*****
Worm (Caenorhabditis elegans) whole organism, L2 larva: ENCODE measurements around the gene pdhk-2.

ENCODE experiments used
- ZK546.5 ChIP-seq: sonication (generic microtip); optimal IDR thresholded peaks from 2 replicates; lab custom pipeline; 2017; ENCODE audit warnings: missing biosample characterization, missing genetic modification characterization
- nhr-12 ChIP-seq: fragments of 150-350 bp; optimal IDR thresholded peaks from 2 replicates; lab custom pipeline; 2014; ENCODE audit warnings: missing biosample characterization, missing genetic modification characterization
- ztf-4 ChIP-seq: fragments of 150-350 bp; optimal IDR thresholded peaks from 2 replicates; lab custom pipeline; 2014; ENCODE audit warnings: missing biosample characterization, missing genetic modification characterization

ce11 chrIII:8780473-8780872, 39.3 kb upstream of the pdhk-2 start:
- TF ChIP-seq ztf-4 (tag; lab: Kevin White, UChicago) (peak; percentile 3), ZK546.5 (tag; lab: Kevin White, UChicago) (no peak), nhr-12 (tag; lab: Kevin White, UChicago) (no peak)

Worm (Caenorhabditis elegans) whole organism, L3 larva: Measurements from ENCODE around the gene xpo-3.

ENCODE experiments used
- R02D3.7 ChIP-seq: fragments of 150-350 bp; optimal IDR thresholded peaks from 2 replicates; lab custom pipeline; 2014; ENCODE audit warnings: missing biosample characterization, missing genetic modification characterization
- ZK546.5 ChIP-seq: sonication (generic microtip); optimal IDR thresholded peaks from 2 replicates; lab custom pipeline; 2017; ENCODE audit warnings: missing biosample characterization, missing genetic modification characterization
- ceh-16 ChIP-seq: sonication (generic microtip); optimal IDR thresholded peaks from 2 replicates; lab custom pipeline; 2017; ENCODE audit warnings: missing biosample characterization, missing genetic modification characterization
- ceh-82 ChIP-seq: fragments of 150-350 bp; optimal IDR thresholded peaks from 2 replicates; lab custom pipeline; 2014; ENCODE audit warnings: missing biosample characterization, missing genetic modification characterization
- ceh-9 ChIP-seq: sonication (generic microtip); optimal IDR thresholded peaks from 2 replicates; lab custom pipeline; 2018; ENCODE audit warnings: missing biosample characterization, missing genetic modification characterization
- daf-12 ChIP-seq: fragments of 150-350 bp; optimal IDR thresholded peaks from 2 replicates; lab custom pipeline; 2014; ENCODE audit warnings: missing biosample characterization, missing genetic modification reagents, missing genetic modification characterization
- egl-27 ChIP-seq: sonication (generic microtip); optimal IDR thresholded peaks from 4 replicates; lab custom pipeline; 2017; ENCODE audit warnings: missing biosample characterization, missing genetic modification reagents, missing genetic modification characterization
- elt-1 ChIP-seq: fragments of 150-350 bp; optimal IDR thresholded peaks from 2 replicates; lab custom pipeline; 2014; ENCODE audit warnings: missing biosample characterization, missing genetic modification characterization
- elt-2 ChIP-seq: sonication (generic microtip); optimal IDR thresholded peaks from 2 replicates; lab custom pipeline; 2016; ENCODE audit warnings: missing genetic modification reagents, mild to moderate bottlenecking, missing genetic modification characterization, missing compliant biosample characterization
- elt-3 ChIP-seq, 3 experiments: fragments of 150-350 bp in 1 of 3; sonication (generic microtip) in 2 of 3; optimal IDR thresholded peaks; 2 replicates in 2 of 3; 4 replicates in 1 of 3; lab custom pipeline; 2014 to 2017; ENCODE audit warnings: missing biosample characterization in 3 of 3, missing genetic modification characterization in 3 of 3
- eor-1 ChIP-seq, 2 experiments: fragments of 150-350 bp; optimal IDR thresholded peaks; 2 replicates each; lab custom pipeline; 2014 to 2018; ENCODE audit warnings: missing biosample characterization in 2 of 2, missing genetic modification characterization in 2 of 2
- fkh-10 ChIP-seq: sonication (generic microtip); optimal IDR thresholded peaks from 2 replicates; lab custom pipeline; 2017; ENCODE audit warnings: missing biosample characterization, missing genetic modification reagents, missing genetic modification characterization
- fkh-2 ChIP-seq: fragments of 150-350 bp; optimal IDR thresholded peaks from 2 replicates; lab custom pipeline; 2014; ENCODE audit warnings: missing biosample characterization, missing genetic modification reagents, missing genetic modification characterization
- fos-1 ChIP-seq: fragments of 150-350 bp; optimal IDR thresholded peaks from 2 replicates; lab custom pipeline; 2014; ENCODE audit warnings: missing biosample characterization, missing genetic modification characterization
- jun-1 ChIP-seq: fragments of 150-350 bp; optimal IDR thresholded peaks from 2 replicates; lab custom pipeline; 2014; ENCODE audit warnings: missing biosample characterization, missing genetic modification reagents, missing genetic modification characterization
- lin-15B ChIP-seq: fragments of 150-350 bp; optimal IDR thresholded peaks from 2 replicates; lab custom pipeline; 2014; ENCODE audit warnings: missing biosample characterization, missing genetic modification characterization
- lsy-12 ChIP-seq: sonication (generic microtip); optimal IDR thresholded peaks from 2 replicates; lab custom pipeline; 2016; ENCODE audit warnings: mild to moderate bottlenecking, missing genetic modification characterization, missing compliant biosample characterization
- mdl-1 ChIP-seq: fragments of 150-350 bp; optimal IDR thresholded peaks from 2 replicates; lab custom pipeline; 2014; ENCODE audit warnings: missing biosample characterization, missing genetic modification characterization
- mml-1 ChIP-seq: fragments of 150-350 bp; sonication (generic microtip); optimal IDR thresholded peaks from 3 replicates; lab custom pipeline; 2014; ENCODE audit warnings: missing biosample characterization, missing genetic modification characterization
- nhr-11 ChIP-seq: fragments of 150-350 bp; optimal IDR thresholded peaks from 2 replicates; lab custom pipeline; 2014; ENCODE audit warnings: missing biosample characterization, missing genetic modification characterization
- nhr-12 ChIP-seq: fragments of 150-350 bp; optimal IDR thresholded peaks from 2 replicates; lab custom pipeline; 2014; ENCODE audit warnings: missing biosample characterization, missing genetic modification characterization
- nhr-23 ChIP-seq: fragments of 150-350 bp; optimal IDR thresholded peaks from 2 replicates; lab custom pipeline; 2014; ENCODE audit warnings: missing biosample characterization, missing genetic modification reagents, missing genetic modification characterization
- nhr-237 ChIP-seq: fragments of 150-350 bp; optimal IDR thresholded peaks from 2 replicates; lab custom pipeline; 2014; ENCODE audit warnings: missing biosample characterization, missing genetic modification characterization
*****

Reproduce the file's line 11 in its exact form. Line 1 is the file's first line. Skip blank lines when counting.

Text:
- ZK546.5 ChIP-seq: sonication (generic microtip); optimal IDR thresholded peaks from 2 replicates; lab custom pipeline; 2017; ENCODE audit warnings: missing biosample characterization, missing genetic modification characterization